July 14, 2021

The Progressive Pop of The Alan Parsons Project

The richly textured pop music of The Alan Parsons Project has been described by music critics as "progressive pop" – and it's as apt a label as any for the band's intriguing, dense, and yet still Top-40 friendly catalog. Core members Alan Parsons and Eric Woolfson met at Abbey Road Studios in the summer of 1974. Composer Woolfson was working as a session pianist, while Parsons had already racked up an impressive resumé serving as assistant engineer on The Beatles' Abbey Road and Let It Be, and Pink Floyd's Dark Side of the Moon. Eventually growing frustrated with helping other artists achieve their creative visions, the two began to collaborate as The Alan Parsons Project – with ample expert assistance. At the time, the film industry began promoting directors like Hitchcock and Kubrick more than the actors who starred in their films; similarly, Woolfson believed that music producers held similar visionary clout. That's why the duo played and produced while enlisting a seemingly infinite list of amazing session players to help create their recordings – but the name on the album was Parsons'.

The Alan Parsons Project enjoyed mainstream success in the late 1970s to early 1980s, after signing to Arista Records in 1977. They released their fifth studio album in 1980, The Turn of a Friendly Card, a concept album based on the perils of gambling and the risks people take in life. The album spawned the disco-tinged, up-tempo hit "Games People Play," featuring singer Lenny Zakatek on lead vocals backed with multiple vocal harmonies. Parsons preferred to rotate through a cast of polished and proficient singers for leads, and even though Eric Woolfson himself admitted he was neither, he made his first lead vocal appearance on the album's second hit, "Time," a melancholic number with a challenging and enormous vocal range that Eric nailed perfectly.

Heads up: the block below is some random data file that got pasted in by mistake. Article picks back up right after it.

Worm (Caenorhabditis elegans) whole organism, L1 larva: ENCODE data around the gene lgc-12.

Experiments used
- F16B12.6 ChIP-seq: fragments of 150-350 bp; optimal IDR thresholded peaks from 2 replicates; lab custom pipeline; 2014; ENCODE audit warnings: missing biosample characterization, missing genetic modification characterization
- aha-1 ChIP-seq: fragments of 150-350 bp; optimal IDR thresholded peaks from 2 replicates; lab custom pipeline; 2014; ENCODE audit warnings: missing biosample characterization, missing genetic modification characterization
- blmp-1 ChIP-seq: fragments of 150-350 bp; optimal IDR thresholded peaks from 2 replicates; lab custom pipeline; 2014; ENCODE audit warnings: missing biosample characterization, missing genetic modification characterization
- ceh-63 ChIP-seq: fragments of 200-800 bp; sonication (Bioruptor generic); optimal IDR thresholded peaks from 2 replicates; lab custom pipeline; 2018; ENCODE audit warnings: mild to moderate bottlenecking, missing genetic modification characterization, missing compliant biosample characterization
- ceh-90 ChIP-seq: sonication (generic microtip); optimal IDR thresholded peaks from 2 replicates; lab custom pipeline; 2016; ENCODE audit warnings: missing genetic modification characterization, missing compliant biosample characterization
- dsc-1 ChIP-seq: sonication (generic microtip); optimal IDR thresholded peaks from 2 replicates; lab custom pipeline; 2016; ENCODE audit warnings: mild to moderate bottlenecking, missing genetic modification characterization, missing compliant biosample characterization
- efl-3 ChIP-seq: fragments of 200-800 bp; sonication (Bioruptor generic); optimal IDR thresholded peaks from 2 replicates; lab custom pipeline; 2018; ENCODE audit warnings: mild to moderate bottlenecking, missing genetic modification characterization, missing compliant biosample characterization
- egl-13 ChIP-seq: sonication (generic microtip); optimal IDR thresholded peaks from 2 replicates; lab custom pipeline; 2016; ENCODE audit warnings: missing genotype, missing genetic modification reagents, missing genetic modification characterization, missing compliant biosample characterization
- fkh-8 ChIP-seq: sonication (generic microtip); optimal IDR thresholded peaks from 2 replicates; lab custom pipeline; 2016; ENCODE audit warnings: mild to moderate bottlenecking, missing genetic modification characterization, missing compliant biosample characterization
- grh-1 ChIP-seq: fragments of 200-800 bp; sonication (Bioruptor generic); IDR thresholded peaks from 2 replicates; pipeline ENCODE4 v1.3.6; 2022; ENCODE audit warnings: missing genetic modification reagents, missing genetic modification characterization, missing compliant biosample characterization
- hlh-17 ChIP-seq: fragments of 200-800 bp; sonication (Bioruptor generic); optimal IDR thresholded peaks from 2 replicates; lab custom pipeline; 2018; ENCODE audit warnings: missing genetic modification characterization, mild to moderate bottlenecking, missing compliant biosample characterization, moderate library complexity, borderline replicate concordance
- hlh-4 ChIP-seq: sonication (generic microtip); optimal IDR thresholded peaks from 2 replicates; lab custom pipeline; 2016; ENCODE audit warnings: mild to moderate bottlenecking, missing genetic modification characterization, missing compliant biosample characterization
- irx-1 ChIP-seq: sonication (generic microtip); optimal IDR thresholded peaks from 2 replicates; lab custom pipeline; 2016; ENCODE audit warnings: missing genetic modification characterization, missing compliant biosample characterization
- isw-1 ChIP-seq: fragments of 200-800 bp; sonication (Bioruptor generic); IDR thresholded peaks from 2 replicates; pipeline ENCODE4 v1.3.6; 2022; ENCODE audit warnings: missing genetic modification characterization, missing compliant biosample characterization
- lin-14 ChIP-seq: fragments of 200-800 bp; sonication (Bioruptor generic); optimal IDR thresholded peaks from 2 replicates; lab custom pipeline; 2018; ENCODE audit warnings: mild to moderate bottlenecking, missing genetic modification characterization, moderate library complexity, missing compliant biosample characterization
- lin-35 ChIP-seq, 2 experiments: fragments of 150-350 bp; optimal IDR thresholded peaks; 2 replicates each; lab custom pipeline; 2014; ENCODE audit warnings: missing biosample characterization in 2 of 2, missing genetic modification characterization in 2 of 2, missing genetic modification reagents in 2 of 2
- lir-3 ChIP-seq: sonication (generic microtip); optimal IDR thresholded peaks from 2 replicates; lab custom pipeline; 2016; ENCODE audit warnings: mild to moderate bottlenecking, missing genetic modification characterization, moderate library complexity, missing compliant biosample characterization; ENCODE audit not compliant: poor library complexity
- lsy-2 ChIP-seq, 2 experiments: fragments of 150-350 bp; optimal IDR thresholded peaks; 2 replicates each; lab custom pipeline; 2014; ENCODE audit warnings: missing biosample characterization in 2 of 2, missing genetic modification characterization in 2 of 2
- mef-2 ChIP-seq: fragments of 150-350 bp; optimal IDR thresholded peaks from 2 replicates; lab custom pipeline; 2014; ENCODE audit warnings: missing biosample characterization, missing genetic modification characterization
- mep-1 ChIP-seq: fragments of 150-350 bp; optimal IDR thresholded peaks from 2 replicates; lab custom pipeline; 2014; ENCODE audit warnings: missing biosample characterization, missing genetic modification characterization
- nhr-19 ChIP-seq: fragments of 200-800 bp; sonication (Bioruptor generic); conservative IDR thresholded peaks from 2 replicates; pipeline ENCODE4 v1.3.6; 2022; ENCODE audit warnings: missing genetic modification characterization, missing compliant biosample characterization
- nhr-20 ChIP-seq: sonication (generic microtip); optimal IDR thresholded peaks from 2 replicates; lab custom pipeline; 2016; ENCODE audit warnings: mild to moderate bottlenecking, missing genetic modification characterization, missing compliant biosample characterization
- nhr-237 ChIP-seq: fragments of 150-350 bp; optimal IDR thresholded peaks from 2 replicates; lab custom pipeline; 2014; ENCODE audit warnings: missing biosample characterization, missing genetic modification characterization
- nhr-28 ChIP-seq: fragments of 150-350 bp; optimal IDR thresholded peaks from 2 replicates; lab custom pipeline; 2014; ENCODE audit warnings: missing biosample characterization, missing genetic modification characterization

"Sirius" / "Eye in the Sky"

Their follow-up album, Eye in the Sky, featured what became APP's best-known song, "Sirius," an instrumental that segues seamlessly into the album's title track. Perhaps best known among U.S. sports fans as the entrance music for the Chicago Bulls, "Sirius" uses a looped melody from a clavinet – a keyboard instrument famously featured in Stevie Wonder's "Superstition" – as the song's foundation. The dense layers of guitar and keyboards with the clavinet looped by Parson's Fairlight CMI sampler all work together to create an exciting intro to the album – and a great mood setter into the more pop-focused "Eye in the Sky." The hit title track brings Eric Woolfson back on catchy-as-ever lead vocals and Wurlitzer electric piano, closing with a tasty solo by APP guitarist Ian Bairnson.

Still pushing sonic boundaries 35 years after its release, the 5.1 surround-sound mix of Eye in the Sky won a Grammy for Best Immersive Audio Album in 2019. The Alan Parsons Project were truly "progressive" and "pop" in equal parts, achieving commercial success with radio-friendly hits, while at the same time experimenting with a wide range of instruments, voices, and song structures – true risk-takers of their craft.

Leila Abdul-Rauf is a multi-instrumentalist and composer based in Oakland, CA. Leila is guitarist and vocalist for metal bands Vastum, Hammers of Misfortune, and ethereal post-punk band Terebellum. She also composes and produces ambient music under her own name, with electronic trio Ionophore and synth-folk duo Fyrhtu. Leila has toured internationally and is a private guitar and voice teacher in her spare time.

"2017 The Alan Parsons Live Project" by Stefan Brending is licensed under CC BY-SA 3.0 DE.

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